The Oogieloves in the Big Balloon Adventure

by Danny "Sheldrake" Reid

EXPECTATIONS: Odds are pretty good that if you want to see The Oogieloves in the Big Balloon Adventure this weekend, you're not going to have much luck. Released last Friday, it's now widely reported as the biggest wide-release flop of our time (somehow surpassing even the Freddie Prinze Jr./Chris Kattan bomb Delgo). The Oogieloves is an original property from the mind of the man who brought us "Teletubbies." It's aimed at toddlers and it may or may not have hit lower. Luckily there's a bar right next to the theater and Happy Hour helps make any movie better (except Delgo). I know there are bright colors and singing and dancing, so as long as I don't think it's insulting the intelligence of freaking toddlers, I think I'll be okay.

REALITY: Goobie, Zoozie and Toofie are the titular Oogieloves. They're dead eyed, and their mouths never synch correctly to the words they're speaking. Each has a singular character trait, and by 'trait' I mean 'stereotype' and by 'singular' I mean 'offensive'.

Kill me now.Oh, and by 'character', I mean 'I can't believe we're still condoning this dumb shit.' (Don't bother trying to figure out that sentence now, it's not healthy.)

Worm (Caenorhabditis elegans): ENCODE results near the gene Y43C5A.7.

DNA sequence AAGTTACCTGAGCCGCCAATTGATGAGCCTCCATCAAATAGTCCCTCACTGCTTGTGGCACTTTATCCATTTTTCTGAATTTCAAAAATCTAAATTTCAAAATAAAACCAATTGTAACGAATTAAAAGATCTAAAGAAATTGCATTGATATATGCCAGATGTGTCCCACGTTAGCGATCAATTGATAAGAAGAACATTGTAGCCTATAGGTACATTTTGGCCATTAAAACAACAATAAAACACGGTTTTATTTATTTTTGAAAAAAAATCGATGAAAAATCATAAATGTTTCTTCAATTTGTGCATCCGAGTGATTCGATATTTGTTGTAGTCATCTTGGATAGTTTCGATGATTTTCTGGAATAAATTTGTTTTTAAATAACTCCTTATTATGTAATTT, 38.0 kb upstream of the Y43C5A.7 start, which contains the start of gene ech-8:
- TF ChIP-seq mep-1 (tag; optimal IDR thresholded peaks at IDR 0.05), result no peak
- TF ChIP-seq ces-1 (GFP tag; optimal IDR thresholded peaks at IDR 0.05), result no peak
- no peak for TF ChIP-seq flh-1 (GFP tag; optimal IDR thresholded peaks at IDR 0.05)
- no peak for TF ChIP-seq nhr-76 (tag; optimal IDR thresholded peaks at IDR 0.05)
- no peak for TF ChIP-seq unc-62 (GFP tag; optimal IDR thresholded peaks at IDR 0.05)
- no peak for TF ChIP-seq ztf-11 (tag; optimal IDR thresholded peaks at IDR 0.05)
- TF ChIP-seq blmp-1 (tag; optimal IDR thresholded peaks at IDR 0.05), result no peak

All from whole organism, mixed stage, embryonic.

We've got Goobie, who wears glasses and has the catch phrase "Scientastic!" He also gets quite flustered whenever something occurs that isn't scientifically plausible, which happens quite often. At one point, when it's discovered that one of the magical yellow balloons can talk, he nearly - and this is putting it succinctly - flips his shit over the shadiness of this. Mind you, he lives with a fucking talking vacuum cleaner, but... oh, whatever.

There's also Toofie, who is a purple chap that quite enjoys exercise, and he really enjoys climbing things. He shouts "Adventurific!" and has his pants fall down at least three times during the film. At this point, the other Oogieloves laugh and point, and the on-screen indicators encourage little kids to join in, emasculating Toofie further. Toofie takes all of this in stride; he's a better man than I.

Zoozie is last, and she's a girl. She likes hearts and is clever, I guess. Her big character moment is when she talks a puffin into flying, which is a triumph of spirit, etc, etc. Whatever, she's there because she's a girl and she can shout her catchphrase "Sparkleliciousness" at the drop of a hat.